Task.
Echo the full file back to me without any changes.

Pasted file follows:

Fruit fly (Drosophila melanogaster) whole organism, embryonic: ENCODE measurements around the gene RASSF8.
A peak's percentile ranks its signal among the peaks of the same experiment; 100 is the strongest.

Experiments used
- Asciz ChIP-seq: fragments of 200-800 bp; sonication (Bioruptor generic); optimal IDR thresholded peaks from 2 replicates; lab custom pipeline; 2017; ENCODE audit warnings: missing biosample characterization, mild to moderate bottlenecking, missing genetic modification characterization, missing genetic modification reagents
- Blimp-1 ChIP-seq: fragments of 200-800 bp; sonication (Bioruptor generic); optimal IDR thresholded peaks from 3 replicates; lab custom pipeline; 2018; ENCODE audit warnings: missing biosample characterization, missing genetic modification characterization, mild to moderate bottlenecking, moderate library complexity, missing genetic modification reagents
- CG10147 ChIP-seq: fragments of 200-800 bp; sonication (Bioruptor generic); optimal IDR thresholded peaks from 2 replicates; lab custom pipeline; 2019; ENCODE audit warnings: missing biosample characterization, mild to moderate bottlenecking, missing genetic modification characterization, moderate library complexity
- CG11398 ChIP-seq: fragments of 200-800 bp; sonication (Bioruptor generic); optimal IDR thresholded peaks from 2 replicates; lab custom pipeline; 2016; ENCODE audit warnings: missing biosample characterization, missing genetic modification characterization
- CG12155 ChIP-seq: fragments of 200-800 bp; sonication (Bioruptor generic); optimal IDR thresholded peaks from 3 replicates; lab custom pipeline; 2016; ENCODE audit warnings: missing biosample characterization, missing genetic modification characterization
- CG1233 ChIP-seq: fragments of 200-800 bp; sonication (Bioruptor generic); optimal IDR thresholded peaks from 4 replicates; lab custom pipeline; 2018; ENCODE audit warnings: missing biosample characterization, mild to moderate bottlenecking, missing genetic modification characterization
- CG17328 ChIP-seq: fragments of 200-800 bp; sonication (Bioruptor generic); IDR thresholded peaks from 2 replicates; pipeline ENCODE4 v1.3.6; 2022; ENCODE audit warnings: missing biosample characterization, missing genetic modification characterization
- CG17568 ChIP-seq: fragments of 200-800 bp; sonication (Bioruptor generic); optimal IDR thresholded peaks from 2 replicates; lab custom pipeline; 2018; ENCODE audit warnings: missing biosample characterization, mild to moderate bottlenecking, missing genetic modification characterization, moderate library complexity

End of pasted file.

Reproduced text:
Fruit fly (Drosophila melanogaster) whole organism, embryonic: ENCODE measurements around the gene RASSF8.
A peak's percentile ranks its signal among the peaks of the same experiment; 100 is the strongest.

Experiments used
- Asciz ChIP-seq: fragments of 200-800 bp; sonication (Bioruptor generic); optimal IDR thresholded peaks from 2 replicates; lab custom pipeline; 2017; ENCODE audit warnings: missing biosample characterization, mild to moderate bottlenecking, missing genetic modification characterization, missing genetic modification reagents
- Blimp-1 ChIP-seq: fragments of 200-800 bp; sonication (Bioruptor generic); optimal IDR thresholded peaks from 3 replicates; lab custom pipeline; 2018; ENCODE audit warnings: missing biosample characterization, missing genetic modification characterization, mild to moderate bottlenecking, moderate library complexity, missing genetic modification reagents
- CG10147 ChIP-seq: fragments of 200-800 bp; sonication (Bioruptor generic); optimal IDR thresholded peaks from 2 replicates; lab custom pipeline; 2019; ENCODE audit warnings: missing biosample characterization, mild to moderate bottlenecking, missing genetic modification characterization, moderate library complexity
- CG11398 ChIP-seq: fragments of 200-800 bp; sonication (Bioruptor generic); optimal IDR thresholded peaks from 2 replicates; lab custom pipeline; 2016; ENCODE audit warnings: missing biosample characterization, missing genetic modification characterization
- CG12155 ChIP-seq: fragments of 200-800 bp; sonication (Bioruptor generic); optimal IDR thresholded peaks from 3 replicates; lab custom pipeline; 2016; ENCODE audit warnings: missing biosample characterization, missing genetic modification characterization
- CG1233 ChIP-seq: fragments of 200-800 bp; sonication (Bioruptor generic); optimal IDR thresholded peaks from 4 replicates; lab custom pipeline; 2018; ENCODE audit warnings: missing biosample characterization, mild to moderate bottlenecking, missing genetic modification characterization
- CG17328 ChIP-seq: fragments of 200-800 bp; sonication (Bioruptor generic); IDR thresholded peaks from 2 replicates; pipeline ENCODE4 v1.3.6; 2022; ENCODE audit warnings: missing biosample characterization, missing genetic modification characterization
- CG17568 ChIP-seq: fragments of 200-800 bp; sonication (Bioruptor generic); optimal IDR thresholded peaks from 2 replicates; lab custom pipeline; 2018; ENCODE audit warnings: missing biosample characterization, mild to moderate bottlenecking, missing genetic modification characterization, moderate library complexity